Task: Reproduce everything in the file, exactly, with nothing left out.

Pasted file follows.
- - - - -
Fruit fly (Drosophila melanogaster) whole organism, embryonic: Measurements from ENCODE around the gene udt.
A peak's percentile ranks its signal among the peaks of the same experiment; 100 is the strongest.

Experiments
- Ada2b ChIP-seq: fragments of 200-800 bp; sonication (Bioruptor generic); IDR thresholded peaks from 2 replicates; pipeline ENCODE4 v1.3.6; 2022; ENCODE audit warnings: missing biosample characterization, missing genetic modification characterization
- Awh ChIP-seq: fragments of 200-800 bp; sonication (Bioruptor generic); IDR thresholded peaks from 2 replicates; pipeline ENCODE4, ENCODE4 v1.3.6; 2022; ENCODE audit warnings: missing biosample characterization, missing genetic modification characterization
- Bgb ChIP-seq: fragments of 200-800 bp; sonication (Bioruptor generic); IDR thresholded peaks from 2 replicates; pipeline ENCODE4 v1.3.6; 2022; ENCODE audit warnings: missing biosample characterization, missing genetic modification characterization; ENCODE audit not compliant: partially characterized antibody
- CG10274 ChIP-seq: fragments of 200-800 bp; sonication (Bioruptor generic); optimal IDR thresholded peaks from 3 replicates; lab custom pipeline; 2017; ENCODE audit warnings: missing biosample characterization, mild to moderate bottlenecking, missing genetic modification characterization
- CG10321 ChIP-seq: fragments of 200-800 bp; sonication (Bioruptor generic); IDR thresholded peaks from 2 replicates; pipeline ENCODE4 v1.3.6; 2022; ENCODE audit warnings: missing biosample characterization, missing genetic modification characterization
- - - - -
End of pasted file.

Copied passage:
Fruit fly (Drosophila melanogaster) whole organism, embryonic: Measurements from ENCODE around the gene udt.
A peak's percentile ranks its signal among the peaks of the same experiment; 100 is the strongest.

Experiments
- Ada2b ChIP-seq: fragments of 200-800 bp; sonication (Bioruptor generic); IDR thresholded peaks from 2 replicates; pipeline ENCODE4 v1.3.6; 2022; ENCODE audit warnings: missing biosample characterization, missing genetic modification characterization
- Awh ChIP-seq: fragments of 200-800 bp; sonication (Bioruptor generic); IDR thresholded peaks from 2 replicates; pipeline ENCODE4, ENCODE4 v1.3.6; 2022; ENCODE audit warnings: missing biosample characterization, missing genetic modification characterization
- Bgb ChIP-seq: fragments of 200-800 bp; sonication (Bioruptor generic); IDR thresholded peaks from 2 replicates; pipeline ENCODE4 v1.3.6; 2022; ENCODE audit warnings: missing biosample characterization, missing genetic modification characterization; ENCODE audit not compliant: partially characterized antibody
- CG10274 ChIP-seq: fragments of 200-800 bp; sonication (Bioruptor generic); optimal IDR thresholded peaks from 3 replicates; lab custom pipeline; 2017; ENCODE audit warnings: missing biosample characterization, mild to moderate bottlenecking, missing genetic modification characterization
- CG10321 ChIP-seq: fragments of 200-800 bp; sonication (Bioruptor generic); IDR thresholded peaks from 2 replicates; pipeline ENCODE4 v1.3.6; 2022; ENCODE audit warnings: missing biosample characterization, missing genetic modification characterization